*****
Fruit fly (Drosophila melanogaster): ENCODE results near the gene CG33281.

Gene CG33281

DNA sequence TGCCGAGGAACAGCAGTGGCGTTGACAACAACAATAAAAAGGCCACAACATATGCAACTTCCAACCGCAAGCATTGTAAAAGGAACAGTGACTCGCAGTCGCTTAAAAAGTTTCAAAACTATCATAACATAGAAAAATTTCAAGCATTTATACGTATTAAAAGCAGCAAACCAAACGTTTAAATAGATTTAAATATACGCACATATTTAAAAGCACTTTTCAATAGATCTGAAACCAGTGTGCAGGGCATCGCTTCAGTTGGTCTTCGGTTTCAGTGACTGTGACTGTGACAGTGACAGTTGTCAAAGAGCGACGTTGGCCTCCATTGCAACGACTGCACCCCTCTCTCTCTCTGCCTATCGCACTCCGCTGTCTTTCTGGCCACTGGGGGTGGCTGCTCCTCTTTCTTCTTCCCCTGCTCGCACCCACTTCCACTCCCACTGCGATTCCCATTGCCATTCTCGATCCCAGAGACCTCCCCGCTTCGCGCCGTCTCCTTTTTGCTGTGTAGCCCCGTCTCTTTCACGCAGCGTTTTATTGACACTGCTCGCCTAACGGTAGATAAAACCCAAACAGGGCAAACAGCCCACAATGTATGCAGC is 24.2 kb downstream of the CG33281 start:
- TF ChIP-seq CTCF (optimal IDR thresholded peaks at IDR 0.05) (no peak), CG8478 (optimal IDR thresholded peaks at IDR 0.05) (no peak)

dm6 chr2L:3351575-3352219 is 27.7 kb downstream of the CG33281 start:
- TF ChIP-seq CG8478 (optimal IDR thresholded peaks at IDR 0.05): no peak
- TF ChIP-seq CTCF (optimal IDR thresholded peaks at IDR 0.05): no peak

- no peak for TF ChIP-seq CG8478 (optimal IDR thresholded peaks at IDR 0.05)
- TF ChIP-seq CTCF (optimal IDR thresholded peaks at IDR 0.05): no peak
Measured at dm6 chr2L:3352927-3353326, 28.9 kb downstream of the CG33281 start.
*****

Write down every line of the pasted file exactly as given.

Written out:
Fruit fly (Drosophila melanogaster): ENCODE results near the gene CG33281.

Gene CG33281

DNA sequence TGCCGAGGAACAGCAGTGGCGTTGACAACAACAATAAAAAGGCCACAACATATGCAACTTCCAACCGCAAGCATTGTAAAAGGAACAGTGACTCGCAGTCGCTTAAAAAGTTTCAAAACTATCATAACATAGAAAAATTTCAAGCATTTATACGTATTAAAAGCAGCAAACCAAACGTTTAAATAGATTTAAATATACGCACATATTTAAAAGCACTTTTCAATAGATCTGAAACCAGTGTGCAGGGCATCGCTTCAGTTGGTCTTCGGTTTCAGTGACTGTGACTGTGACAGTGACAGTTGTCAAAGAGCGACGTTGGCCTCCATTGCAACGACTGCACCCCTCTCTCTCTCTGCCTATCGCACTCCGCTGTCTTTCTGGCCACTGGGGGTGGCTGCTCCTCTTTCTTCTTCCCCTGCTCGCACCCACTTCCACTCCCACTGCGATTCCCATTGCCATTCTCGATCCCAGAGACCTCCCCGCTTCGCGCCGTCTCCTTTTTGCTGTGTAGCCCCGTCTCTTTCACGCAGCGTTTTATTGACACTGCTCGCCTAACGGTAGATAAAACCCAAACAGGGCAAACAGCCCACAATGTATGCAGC is 24.2 kb downstream of the CG33281 start:
- TF ChIP-seq CTCF (optimal IDR thresholded peaks at IDR 0.05) (no peak), CG8478 (optimal IDR thresholded peaks at IDR 0.05) (no peak)

dm6 chr2L:3351575-3352219 is 27.7 kb downstream of the CG33281 start:
- TF ChIP-seq CG8478 (optimal IDR thresholded peaks at IDR 0.05): no peak
- TF ChIP-seq CTCF (optimal IDR thresholded peaks at IDR 0.05): no peak

- no peak for TF ChIP-seq CG8478 (optimal IDR thresholded peaks at IDR 0.05)
- TF ChIP-seq CTCF (optimal IDR thresholded peaks at IDR 0.05): no peak
Measured at dm6 chr2L:3352927-3353326, 28.9 kb downstream of the CG33281 start.